Help veterans like Ralph march at the Cenotaph this Remembrance Sunday

Local veteran Ralph is getting set to march at the Cenotaph in London with more than 100 other of his blind veteran comrades.

82-year-old Ralph from Welwyn Garden City is being supported to do this by his local Specsavers stores. The stores are raising money from 6 – 12 November to send blind veterans, including Ralph, to march.

Ralph joined the Army as part of his National Service in 1953. He served with the Royal Signals as a Wireless Operator and Drill Instructor based in Catterick. He left the Army as a Corporal.

He says: “I look back on it very fondly. When you’re doing National Service you can’t wait to get home, but when you’re back you can’t wait to get back to the barracks!”

"I’ve been to my local Cenotaph quite a few times but never to London before. I will be proud to be there with Blind Veterans UK and will think about my grandad who died of his wounds in the First World War as well as all those that have died in Service."

Specsavers stores are helping get our blind veterans to the march

Specsavers has supported Blind Veterans UK since 2012 and, as well as raising money for our charity, has referred a number of customers so they too can access our support. 

This support is crucial.

Ralph lost his sight much later in life due to glaucoma in 2012. He says: “I’ve lost about 85 per cent of my vision. I can see things but it’s like a cloud and I can't read anymore. I try to remain as positive and independent as possible, it’s about determination.”

He started to receive support from Blind Veterans UK in 2016 after learning about the charity through the RNIB.  Ralph says: “Since losing my sight I hadn’t been happy outside of my home for a long time, but the cahrity made me feel like a human being again. Last time I was there I met a lovely couple from Birmingham and we’re still in touch.”

As well as enjoying visiting the charity’s training and rehabilitation centre in Brighton, Ralph has also been provided with equipment to allow him to continue to live independently at home. He says: “The equipment is great. I use talking books, a magnifier, a talking microwave and a beeper which allows you to make your tea!”

"Being able to read again is fantastic and makes a huge difference to your independence. I’ve now set my sights on trying to learn to fish again and I’m about to go for a Driving Week which will be great."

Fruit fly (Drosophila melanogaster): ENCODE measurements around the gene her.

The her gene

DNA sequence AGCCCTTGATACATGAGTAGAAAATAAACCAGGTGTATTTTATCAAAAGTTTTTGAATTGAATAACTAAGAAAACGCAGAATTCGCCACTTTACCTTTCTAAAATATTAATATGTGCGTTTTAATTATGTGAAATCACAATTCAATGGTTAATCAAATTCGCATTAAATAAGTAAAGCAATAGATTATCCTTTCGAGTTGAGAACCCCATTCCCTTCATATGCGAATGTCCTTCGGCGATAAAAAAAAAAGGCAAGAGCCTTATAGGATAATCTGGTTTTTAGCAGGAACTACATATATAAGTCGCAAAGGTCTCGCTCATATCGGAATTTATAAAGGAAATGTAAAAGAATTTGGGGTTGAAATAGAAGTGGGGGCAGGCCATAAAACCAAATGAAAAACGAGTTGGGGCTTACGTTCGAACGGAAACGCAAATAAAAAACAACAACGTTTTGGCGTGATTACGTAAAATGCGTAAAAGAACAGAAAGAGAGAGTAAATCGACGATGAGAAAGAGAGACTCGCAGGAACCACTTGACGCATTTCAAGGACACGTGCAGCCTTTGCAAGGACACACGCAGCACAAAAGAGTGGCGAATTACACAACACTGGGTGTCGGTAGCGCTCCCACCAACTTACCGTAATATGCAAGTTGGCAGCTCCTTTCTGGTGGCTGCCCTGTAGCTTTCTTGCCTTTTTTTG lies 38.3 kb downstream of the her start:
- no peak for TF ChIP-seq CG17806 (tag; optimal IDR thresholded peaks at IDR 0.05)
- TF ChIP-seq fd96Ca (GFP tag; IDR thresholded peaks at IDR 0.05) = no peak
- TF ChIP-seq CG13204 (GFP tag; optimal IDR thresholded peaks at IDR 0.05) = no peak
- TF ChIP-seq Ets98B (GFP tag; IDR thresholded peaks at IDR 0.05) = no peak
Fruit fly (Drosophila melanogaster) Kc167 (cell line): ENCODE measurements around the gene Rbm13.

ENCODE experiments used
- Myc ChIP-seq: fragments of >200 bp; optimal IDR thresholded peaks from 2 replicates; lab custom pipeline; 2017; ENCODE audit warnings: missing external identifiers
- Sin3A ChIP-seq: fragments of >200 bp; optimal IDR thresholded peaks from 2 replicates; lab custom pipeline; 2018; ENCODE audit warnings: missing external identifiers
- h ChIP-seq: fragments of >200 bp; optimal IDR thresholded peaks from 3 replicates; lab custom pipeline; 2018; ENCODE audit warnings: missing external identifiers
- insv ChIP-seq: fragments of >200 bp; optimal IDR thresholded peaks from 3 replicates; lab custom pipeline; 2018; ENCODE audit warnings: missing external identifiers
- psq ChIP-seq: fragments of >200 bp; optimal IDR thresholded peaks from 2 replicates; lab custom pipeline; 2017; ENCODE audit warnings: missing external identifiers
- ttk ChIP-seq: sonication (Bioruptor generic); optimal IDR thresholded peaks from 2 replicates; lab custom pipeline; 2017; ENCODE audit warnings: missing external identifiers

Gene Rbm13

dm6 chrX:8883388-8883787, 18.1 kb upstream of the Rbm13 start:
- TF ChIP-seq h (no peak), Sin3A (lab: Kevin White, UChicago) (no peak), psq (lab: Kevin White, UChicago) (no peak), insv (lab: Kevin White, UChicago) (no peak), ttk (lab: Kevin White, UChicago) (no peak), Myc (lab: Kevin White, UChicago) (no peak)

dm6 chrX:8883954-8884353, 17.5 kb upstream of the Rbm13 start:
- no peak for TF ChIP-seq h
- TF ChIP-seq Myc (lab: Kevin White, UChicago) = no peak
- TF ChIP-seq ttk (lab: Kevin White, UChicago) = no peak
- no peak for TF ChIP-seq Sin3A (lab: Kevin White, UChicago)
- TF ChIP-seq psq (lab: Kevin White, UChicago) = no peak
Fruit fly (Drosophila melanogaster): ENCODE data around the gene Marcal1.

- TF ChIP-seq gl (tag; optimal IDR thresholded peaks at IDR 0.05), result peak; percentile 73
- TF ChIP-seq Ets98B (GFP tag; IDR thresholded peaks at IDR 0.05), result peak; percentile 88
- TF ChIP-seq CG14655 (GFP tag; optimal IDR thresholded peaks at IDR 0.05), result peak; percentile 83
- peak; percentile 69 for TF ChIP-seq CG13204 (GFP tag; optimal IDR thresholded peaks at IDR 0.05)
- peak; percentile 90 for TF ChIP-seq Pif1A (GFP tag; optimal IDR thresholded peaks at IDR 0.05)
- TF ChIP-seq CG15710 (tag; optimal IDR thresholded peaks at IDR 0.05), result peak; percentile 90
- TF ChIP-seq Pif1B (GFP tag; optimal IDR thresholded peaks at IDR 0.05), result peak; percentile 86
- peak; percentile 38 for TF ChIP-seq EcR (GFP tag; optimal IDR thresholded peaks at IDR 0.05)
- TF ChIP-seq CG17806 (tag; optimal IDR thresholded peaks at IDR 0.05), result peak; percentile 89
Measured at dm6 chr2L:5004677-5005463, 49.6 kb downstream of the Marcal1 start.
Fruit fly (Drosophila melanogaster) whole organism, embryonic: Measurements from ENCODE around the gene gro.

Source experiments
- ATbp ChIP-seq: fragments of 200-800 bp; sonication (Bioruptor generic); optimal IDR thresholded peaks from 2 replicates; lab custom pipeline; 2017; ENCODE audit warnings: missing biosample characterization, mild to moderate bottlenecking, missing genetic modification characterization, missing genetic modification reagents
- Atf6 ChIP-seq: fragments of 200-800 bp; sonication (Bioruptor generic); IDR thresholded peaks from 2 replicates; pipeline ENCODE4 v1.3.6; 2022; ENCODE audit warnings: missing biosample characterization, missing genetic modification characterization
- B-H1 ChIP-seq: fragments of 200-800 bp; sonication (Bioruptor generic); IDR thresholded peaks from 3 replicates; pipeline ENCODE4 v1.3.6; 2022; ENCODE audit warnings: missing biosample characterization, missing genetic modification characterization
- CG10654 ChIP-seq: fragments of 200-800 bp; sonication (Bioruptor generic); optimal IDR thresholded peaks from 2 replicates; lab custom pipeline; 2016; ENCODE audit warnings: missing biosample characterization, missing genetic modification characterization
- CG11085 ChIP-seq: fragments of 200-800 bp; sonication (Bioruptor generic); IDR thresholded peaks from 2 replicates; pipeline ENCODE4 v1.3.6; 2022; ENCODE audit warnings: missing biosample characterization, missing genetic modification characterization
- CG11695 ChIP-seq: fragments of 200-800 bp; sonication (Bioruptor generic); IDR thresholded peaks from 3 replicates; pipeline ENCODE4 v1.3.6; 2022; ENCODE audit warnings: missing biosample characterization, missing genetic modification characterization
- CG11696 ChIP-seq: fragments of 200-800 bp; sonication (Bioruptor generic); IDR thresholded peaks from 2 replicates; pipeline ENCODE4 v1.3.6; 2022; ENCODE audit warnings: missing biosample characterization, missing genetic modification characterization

You too can make sure Ralph and other veterans get to the Cenotaph

Book an eye test at your local Specsavers in the week leading up to Remembrance Sunday or pop by and add loose change into their donation buckets. You might even be able to get involved with an in-store event. Call your local store or ask in store for more details.

Your support means that we can cover the costs of sending our veterans to Remembrance Sunday.

From transport, to providing wheelchairs for those of our veterans who are less mobile and even hosting a lunch after the ceremony. Thank you for enabling blind veterans from across the country to meet, share their stories and support one another.

"Remembrance Sunday is always a very poignant time for our blind veterans and it is fantastic that Specsavers are able to support them to march at the Cenotaph."

Chief Executive of Blind Veterans UK, Major General (Rtd) Nick Caplin

Blind Veterans UK is the national charity for blind and vision-impaired ex-Service men and women, providing vital practical and emotional support to help veterans discover life beyond sight loss.

Today, Blind Veterans UK supports more blind and vision-impaired veterans than ever before in the charity’s history and we have set an ambitious target to double the number of veterans we support in the next five years.

The charity estimates that there are currently 59,000 blind veterans that would be eligible to access our specialist support, most of whom are not currently aware of it.